UBC apologizes after CBC's the fifth estate investigates delay on sex assault complaints

The head of UBC has apologized to the women in a special the fifth estate investigation into sexual assault "who feel they have been let down by the university." One of the women plans to file a complaint with the BC Human Rights Tribunal.

Grad student finally expelled a year and a half after 1st formal allegations, investigation discovers

University of British Columbia president Martha Piper extended an apology on behalf of the institution after a CBC investigation into sexual assault complaints by a number of women on campus. (UBC)

The head of the University of British Columbia has apologized to the women in a CBC special the fifth estate investigation into sexual assault.

"I want to apologize to the women in these cases who feel they have been let down by our university," Martha Piper, 
interim president and vice-chancellor, said in a statement issued online.

"We admire the courage of the women who came forward to bring attention to this crucial issue."

Despite the apology, one of the former students in the CBC's story, Glynnis Kirchmeier, says she plans to file a complaint with the BC Human Rights Tribunal by the end of the year. She's asking anyone who reported sexual misconduct to the school during the past 20 years to contact her at

"UBC has a legal duty to provide a harassment-free environment," she said. "UBC's chance to do the right thing is over ... The university is going to be tried in the court of public opinion, and then it is going to answer to the BC Human Rights Tribunal, and I suspect it will be tried in civil court as well."

Kirchmeier says when she approached UBC's Equity Inclusion Office about a sexual misconduct she witnessed, she was told in effect to keep quiet.

UBC vice-president of equity and inclusion, Dr. Sara-Jane Finlay, listens to former student Glynnis Kirchmeier, right, at a press conference on Nov. 22 where Kirchmeier announced she will file a complaint with the BC Human Rights Tribunal over the school's treatment of people reporting sexual misconduct. (CBC)

In School of Secrets, which will be livestreamed online Monday evening, the fifth estate reveals that UBC took more than a year and a half to act against a grad student despite mounting complaints of harassment or sexual assault by at least six women on campus.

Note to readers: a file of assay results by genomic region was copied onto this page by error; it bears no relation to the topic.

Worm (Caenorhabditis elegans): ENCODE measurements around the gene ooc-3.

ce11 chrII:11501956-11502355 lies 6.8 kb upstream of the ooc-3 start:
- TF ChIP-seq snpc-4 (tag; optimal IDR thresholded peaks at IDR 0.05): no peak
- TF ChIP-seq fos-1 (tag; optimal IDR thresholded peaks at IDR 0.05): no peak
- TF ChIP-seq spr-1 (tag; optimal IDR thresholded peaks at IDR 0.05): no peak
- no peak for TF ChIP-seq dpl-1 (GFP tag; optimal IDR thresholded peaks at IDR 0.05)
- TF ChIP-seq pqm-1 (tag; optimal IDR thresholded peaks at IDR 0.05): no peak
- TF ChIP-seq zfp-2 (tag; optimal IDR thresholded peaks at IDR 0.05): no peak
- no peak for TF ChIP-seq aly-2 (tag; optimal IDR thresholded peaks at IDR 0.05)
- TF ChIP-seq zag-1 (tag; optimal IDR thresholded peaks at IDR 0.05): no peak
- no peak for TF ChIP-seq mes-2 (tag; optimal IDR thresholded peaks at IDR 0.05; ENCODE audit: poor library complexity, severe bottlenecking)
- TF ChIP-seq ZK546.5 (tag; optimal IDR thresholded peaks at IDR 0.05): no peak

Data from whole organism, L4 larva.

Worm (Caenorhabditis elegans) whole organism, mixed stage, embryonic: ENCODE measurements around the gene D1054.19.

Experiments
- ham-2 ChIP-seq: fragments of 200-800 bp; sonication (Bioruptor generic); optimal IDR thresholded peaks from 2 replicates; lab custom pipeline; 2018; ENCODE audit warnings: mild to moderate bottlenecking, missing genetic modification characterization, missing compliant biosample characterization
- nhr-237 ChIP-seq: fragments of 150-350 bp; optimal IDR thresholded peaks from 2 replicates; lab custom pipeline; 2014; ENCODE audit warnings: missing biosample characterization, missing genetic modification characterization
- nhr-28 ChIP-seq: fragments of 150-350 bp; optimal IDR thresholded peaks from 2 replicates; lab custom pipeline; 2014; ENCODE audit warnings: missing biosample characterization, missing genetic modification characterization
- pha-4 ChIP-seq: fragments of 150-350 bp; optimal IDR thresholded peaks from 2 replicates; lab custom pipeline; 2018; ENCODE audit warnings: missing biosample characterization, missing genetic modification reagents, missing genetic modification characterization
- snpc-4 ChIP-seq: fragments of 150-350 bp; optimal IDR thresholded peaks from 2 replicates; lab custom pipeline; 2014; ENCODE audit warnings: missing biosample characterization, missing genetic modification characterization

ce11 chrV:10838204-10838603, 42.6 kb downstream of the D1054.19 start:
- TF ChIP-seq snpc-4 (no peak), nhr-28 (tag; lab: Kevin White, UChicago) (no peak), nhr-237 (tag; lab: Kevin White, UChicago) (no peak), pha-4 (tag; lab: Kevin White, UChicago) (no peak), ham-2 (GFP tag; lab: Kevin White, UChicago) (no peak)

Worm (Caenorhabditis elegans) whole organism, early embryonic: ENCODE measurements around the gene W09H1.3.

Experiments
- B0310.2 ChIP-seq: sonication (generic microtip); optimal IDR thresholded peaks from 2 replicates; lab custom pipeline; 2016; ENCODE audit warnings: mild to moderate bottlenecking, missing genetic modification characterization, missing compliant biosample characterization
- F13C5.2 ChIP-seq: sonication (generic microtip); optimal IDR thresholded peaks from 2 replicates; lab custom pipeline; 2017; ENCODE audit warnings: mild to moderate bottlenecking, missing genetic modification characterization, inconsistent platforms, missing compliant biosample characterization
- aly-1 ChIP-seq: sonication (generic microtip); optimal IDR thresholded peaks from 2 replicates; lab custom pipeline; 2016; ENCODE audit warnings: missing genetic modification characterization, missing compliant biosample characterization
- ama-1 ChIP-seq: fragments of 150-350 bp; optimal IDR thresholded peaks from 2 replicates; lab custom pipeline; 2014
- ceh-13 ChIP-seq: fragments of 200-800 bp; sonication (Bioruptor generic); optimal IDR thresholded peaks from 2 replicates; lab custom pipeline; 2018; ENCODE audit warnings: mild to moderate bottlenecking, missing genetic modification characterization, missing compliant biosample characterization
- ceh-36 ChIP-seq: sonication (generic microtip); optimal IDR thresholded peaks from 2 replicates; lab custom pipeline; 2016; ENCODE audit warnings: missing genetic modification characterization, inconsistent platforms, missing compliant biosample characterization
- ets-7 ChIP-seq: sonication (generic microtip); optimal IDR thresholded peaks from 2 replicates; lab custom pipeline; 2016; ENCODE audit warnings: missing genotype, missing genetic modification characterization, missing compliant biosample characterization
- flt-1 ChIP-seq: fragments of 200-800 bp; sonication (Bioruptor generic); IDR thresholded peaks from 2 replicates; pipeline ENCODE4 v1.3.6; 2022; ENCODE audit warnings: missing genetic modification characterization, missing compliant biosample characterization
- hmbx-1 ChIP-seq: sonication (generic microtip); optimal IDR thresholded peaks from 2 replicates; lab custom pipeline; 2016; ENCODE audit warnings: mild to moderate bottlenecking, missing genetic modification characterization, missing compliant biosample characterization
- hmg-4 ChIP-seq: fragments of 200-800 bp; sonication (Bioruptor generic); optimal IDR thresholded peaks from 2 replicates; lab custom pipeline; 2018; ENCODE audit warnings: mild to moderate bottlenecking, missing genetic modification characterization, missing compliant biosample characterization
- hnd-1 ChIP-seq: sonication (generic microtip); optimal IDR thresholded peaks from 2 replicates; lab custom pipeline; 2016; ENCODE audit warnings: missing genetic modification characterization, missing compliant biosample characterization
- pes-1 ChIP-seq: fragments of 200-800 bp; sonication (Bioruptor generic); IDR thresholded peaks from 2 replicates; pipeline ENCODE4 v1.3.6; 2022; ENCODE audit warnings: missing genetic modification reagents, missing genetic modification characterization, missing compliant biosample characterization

Piper acknowledged that "the process took too long" and that it was "frustrating and time-consuming."

"I appreciate the light the women have shone on this issue," Piper said, pledging to create a sexual assault policy that will handle complaints "in a more timely and effective manner."

"We will be reviewing the steps that were taken in these cases to determine how they might have been handled more effectively and expeditiously," she said.

Delayed investigation

The women allege a 28-year-old PhD student in the history department committed a wide range of offensive acts against them from inappropriate touching to sexual assault, starting at least as far back as the spring of 2013.

UBC, whose Vancouver campus is pictured here, at one point urged a number of women to enter mediation with the man alleged to have attacked them. (Darryl Dyck/Canadian Press)

The first formal allegations against him were brought to the university in spring 2014. 

In one case, a woman went to university officials to get UBC to take action, but says the university dismissed her complaint because the alleged assault took place off campus. 

UBC officials at another point urged mediation between the female students and the PhD student, which the women refused. One of them said it was not appropriate to have to sit in a room with someone alleged to have sexually assaulted them. 

The university quietly expelled the grad student last week. He told the fifth estate he is appealing the decision.